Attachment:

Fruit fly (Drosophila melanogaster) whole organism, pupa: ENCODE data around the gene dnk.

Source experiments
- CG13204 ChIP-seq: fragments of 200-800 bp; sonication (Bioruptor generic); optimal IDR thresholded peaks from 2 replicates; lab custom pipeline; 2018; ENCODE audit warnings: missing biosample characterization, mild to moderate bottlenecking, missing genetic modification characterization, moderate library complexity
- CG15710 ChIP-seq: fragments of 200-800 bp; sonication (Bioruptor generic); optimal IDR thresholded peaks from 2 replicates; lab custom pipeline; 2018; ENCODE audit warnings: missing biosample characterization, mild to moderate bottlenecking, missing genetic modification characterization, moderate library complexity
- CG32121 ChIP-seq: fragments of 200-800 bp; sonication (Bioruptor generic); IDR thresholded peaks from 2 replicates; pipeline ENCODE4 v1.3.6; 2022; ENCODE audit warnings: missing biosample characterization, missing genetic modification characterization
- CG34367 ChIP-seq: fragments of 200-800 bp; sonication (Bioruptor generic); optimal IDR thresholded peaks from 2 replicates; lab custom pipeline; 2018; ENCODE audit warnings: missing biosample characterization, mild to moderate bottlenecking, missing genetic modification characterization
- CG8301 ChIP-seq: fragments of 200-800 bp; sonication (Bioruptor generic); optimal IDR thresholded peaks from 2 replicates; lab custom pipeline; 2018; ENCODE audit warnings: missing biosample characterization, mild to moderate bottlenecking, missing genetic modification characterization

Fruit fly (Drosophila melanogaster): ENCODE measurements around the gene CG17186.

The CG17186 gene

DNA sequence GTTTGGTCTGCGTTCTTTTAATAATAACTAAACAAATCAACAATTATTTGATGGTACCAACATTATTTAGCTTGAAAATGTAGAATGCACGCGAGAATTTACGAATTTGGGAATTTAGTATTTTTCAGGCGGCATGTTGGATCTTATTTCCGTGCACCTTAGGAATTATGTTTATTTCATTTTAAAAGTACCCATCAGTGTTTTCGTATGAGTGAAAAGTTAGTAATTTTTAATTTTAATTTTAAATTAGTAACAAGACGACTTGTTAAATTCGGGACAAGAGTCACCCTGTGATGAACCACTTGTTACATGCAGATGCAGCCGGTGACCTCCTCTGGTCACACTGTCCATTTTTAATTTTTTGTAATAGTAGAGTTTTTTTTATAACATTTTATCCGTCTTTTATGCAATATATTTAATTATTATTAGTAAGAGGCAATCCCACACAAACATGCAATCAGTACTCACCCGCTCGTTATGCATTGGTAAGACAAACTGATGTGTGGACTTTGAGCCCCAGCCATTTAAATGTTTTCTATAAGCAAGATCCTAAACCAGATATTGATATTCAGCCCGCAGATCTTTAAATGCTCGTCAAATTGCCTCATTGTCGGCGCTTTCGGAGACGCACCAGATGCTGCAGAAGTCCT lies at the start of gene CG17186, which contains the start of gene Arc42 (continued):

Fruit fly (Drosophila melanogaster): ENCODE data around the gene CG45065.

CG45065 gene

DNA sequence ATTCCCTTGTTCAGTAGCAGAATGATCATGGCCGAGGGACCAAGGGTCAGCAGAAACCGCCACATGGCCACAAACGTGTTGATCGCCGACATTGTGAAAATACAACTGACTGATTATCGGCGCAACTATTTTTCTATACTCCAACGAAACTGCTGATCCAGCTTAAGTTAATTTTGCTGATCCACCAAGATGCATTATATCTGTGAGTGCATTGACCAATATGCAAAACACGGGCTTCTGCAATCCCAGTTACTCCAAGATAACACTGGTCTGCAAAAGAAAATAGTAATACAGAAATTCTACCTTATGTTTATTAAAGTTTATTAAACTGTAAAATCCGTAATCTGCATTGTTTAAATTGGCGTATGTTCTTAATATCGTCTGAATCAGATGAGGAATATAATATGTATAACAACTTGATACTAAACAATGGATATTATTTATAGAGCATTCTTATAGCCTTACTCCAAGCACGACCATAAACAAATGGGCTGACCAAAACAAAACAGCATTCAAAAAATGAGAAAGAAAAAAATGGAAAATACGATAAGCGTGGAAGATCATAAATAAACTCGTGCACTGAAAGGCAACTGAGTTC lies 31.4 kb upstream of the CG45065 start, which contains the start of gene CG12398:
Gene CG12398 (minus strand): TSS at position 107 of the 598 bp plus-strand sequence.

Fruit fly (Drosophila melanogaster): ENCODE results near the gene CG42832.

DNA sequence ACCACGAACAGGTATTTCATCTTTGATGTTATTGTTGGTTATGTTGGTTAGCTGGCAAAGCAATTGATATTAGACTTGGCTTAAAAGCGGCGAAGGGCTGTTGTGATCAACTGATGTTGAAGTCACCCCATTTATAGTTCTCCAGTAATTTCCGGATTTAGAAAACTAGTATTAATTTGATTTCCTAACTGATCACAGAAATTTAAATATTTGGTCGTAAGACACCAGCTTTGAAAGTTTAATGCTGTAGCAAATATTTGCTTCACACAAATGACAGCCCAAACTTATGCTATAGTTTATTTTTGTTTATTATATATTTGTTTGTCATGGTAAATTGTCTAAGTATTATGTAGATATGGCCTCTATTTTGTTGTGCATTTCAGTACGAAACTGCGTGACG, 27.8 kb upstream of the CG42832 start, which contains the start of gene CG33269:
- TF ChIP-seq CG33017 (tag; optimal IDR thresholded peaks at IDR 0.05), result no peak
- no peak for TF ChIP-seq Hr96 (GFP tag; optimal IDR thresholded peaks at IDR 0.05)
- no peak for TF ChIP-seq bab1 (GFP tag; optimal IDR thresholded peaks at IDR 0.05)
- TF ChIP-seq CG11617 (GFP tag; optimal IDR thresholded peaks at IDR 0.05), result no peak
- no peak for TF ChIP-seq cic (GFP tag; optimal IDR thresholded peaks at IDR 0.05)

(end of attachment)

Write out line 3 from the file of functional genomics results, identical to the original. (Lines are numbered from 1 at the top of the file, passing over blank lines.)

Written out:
- CG13204 ChIP-seq: fragments of 200-800 bp; sonication (Bioruptor generic); optimal IDR thresholded peaks from 2 replicates; lab custom pipeline; 2018; ENCODE audit warnings: missing biosample characterization, mild to moderate bottlenecking, missing genetic modification characterization, moderate library complexity